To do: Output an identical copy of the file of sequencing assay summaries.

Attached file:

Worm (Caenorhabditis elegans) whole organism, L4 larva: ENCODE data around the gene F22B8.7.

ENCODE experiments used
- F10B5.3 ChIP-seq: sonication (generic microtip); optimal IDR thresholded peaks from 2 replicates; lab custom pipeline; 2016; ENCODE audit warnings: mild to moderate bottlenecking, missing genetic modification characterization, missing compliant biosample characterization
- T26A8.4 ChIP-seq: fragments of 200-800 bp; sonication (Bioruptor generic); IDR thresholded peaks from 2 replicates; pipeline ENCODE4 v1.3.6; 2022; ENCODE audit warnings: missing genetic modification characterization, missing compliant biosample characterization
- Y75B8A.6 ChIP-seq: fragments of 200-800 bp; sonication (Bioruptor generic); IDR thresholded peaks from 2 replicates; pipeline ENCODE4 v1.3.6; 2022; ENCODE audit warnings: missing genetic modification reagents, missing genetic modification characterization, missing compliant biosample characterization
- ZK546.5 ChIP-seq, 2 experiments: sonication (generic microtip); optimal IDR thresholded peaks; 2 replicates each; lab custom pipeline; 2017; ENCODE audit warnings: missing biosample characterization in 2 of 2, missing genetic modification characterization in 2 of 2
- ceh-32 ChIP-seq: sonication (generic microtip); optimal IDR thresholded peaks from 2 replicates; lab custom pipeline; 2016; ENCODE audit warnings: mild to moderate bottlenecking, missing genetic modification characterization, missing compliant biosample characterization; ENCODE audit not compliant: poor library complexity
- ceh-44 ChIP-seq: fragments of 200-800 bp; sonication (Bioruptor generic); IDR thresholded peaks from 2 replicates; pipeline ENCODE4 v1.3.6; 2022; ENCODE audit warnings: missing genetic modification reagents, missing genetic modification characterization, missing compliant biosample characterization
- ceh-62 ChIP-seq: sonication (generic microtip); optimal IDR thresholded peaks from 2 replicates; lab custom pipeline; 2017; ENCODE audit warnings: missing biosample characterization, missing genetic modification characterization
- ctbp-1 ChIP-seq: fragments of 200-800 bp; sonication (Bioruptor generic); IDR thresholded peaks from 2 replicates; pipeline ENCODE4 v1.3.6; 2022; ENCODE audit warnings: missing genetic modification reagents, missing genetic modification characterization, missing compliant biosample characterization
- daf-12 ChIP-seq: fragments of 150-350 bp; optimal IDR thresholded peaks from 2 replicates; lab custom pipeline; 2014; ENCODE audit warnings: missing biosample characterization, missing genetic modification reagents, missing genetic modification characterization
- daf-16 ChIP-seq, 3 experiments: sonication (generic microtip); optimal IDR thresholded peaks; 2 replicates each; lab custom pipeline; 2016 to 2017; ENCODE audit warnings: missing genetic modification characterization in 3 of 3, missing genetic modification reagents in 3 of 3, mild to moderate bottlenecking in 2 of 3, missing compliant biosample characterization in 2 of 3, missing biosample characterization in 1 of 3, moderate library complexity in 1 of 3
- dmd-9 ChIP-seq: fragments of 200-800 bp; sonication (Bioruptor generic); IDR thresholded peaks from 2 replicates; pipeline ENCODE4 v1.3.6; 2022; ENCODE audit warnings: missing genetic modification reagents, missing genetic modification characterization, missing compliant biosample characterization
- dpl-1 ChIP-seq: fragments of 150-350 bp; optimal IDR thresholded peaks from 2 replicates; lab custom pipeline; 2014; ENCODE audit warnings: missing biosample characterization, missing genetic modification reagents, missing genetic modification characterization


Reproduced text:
Worm (Caenorhabditis elegans) whole organism, L4 larva: ENCODE data around the gene F22B8.7.

ENCODE experiments used
- F10B5.3 ChIP-seq: sonication (generic microtip); optimal IDR thresholded peaks from 2 replicates; lab custom pipeline; 2016; ENCODE audit warnings: mild to moderate bottlenecking, missing genetic modification characterization, missing compliant biosample characterization
- T26A8.4 ChIP-seq: fragments of 200-800 bp; sonication (Bioruptor generic); IDR thresholded peaks from 2 replicates; pipeline ENCODE4 v1.3.6; 2022; ENCODE audit warnings: missing genetic modification characterization, missing compliant biosample characterization
- Y75B8A.6 ChIP-seq: fragments of 200-800 bp; sonication (Bioruptor generic); IDR thresholded peaks from 2 replicates; pipeline ENCODE4 v1.3.6; 2022; ENCODE audit warnings: missing genetic modification reagents, missing genetic modification characterization, missing compliant biosample characterization
- ZK546.5 ChIP-seq, 2 experiments: sonication (generic microtip); optimal IDR thresholded peaks; 2 replicates each; lab custom pipeline; 2017; ENCODE audit warnings: missing biosample characterization in 2 of 2, missing genetic modification characterization in 2 of 2
- ceh-32 ChIP-seq: sonication (generic microtip); optimal IDR thresholded peaks from 2 replicates; lab custom pipeline; 2016; ENCODE audit warnings: mild to moderate bottlenecking, missing genetic modification characterization, missing compliant biosample characterization; ENCODE audit not compliant: poor library complexity
- ceh-44 ChIP-seq: fragments of 200-800 bp; sonication (Bioruptor generic); IDR thresholded peaks from 2 replicates; pipeline ENCODE4 v1.3.6; 2022; ENCODE audit warnings: missing genetic modification reagents, missing genetic modification characterization, missing compliant biosample characterization
- ceh-62 ChIP-seq: sonication (generic microtip); optimal IDR thresholded peaks from 2 replicates; lab custom pipeline; 2017; ENCODE audit warnings: missing biosample characterization, missing genetic modification characterization
- ctbp-1 ChIP-seq: fragments of 200-800 bp; sonication (Bioruptor generic); IDR thresholded peaks from 2 replicates; pipeline ENCODE4 v1.3.6; 2022; ENCODE audit warnings: missing genetic modification reagents, missing genetic modification characterization, missing compliant biosample characterization
- daf-12 ChIP-seq: fragments of 150-350 bp; optimal IDR thresholded peaks from 2 replicates; lab custom pipeline; 2014; ENCODE audit warnings: missing biosample characterization, missing genetic modification reagents, missing genetic modification characterization
- daf-16 ChIP-seq, 3 experiments: sonication (generic microtip); optimal IDR thresholded peaks; 2 replicates each; lab custom pipeline; 2016 to 2017; ENCODE audit warnings: missing genetic modification characterization in 3 of 3, missing genetic modification reagents in 3 of 3, mild to moderate bottlenecking in 2 of 3, missing compliant biosample characterization in 2 of 3, missing biosample characterization in 1 of 3, moderate library complexity in 1 of 3
- dmd-9 ChIP-seq: fragments of 200-800 bp; sonication (Bioruptor generic); IDR thresholded peaks from 2 replicates; pipeline ENCODE4 v1.3.6; 2022; ENCODE audit warnings: missing genetic modification reagents, missing genetic modification characterization, missing compliant biosample characterization
- dpl-1 ChIP-seq: fragments of 150-350 bp; optimal IDR thresholded peaks from 2 replicates; lab custom pipeline; 2014; ENCODE audit warnings: missing biosample characterization, missing genetic modification reagents, missing genetic modification characterization